“I cannot accept your canon that we are to judge Pope and King unlike other men, with a favorable presumption that they did no wrong. If there is any presumption it is the other way against holders of power, increasing as the power increases. Historic responsibility has to make up for the want of legal responsibility. Power tends to corrupt and absolute power corrupts absolutely. Great men are almost always bad men, even when they exercise influence and not authority: still more when you superadd the tendency or the certainty of corruption by authority. There is no worse heresy than that the office sanctifies the holder of it.”
    Quote from John Dalberg-Acton, 1st Baron Acton 1887

    Rabbi Rabi are you a case of the “pot calling the kettle black”.
    I of course refer to the appropriation of the famous stamp designer, G. Hamori’s work for your own benefit as the primary design of your hechsher certificate.
    Readers can visit Pitputim to read the article “Guest post on the propriety or otherwise of R’ Meir Rabi’s business practices”.

  • Joe in Australia appears to ignore the Halacha and Gemara, which disqualifies the High Priest from participating in the Beis Din that calculates the addition of a second Adar in order to ensure the lunar and solar years remain synchronised.

    Joe, do you know why the High Priest disqualified?

    It is because he has a conflict of interest.

  • R B says:

    (potentially defamatory material removed)

    Nepotism is an understatement when it comes to describing the presence of the (x) clan in the Melbourne Jewish community.

    And, regarding the Beth Din – can anyone tell why are all the Dayanim of the MBD Lubavichers? Why isn’t there even one Mizrachi/Modern Orthodox Dayan?

  • Probably closer to an “Old Boys Network” with nepotism as a garnish.

    Anyway, the real problem is that there is little desire and almost no need to respond to criticism, the rabbis and their associated lay leadership groups are, in spite of serving the community, a private business. There is no need for transparency. They do not need to answer our questions.

    My point however has not been addressed – the community is charged with the responsibility to find those who posses the qualities, who we must invite to step forward, to be wise and honest ambassadors. We must generate the community that seeks their guidance. They will be the creative and constructive builders who will illuminate the beauty of our abandoned heritage.

    But the task is onerous, the obstacles numerous and we are busy.

    So it will emerge as a natural process of engagement between those seeking guidance and those capable and willing to guide, meeting one another and developing – just as the present established communities established themselves in the past. The world does not change – very much, and only slowly.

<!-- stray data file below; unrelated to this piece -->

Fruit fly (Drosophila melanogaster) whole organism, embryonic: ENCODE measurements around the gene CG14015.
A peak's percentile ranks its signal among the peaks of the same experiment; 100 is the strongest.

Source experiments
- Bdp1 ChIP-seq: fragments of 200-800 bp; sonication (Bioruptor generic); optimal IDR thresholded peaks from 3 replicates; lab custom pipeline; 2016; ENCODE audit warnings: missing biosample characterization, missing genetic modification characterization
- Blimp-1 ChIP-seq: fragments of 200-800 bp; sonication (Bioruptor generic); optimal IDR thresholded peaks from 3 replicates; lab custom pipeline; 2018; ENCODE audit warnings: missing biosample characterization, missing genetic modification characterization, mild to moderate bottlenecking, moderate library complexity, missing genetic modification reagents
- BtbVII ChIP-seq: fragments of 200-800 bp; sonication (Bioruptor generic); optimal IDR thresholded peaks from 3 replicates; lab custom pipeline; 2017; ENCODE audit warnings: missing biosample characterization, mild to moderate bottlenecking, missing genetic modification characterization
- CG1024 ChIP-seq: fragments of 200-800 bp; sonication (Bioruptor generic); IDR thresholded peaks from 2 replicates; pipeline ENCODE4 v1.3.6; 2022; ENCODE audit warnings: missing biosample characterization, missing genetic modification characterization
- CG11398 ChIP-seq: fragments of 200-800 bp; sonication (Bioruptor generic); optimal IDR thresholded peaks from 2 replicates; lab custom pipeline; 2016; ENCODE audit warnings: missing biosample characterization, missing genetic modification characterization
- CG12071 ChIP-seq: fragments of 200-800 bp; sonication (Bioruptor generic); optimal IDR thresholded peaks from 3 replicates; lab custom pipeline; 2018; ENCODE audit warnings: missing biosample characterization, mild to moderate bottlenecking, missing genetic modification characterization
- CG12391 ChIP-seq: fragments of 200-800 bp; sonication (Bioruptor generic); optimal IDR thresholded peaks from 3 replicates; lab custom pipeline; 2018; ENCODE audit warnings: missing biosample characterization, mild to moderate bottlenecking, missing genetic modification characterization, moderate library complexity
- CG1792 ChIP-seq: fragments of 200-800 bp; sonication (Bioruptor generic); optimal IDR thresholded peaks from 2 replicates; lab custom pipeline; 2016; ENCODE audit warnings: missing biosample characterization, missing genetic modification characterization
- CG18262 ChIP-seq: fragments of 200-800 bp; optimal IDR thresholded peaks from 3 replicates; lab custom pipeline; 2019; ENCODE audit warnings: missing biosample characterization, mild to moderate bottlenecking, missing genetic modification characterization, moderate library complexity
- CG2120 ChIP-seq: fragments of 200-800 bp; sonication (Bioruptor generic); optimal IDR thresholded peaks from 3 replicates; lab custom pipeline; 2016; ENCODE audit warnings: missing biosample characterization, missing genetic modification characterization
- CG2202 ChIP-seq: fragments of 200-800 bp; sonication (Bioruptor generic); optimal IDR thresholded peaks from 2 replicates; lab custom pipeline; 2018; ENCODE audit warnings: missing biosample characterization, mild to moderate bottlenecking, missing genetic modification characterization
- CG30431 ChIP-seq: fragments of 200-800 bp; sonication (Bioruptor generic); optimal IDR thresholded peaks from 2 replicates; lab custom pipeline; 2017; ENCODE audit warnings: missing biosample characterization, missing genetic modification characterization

• Chaim says:

    Yaron -,conversely, did you ask yourself how other Rabbis would feel if you were to adopt the title “Rabbi” for yourself?

  • There is probably another factor – no-one wants to undertake those positions.

    There is little room to act freely and reflect true Halacha and Torah values, nor address the issues that trouble the community. Please try to imagine the discussions at one of these conventions. Is there one novel idea that is discussed? When is the last time a local Rabbi or a Rabbinical Council made an important announcement? Was it relevant, meaningful or just HoHum.

    And remember, there is a segment of the community that likes it that way, or could not care less about it.

    If there is an issue, has that not already been through the faceless people and the convention is merely rubber stamping the predetermined policy. Apathy. Why bother?

    Try to recall any arrangement in which the community interacts with the Rabbanim; are there any questions without notice?

    So the Rabbanim have little appetite and we, the community have grown apathetic and is motivated seek alternative approaches. Not necessarily such a poor outcome.

  • Menachem Shmoy says:

    Rabbi meir g rabi

    You are vineyard of sour grapes.

    R B . Why indeed aren’t there other Dayanim produced by Mizrachi and the modern orthodox?
    If they qualify, they might well be invited to join.
    There is such a thing as rotating dayanim within a community.

  • Avigael says:

    Thats normal for Australia. Complete lack of transparancy and accountablily on all levels. What else can one expect from Chabad only run organisations? If you want to complain about MBD – you can only to the Dayanim involved – and you cant complain about the Beth Din itself – only the administration. Who dreams this stuff up? Well they do, and they get away with it also. For now.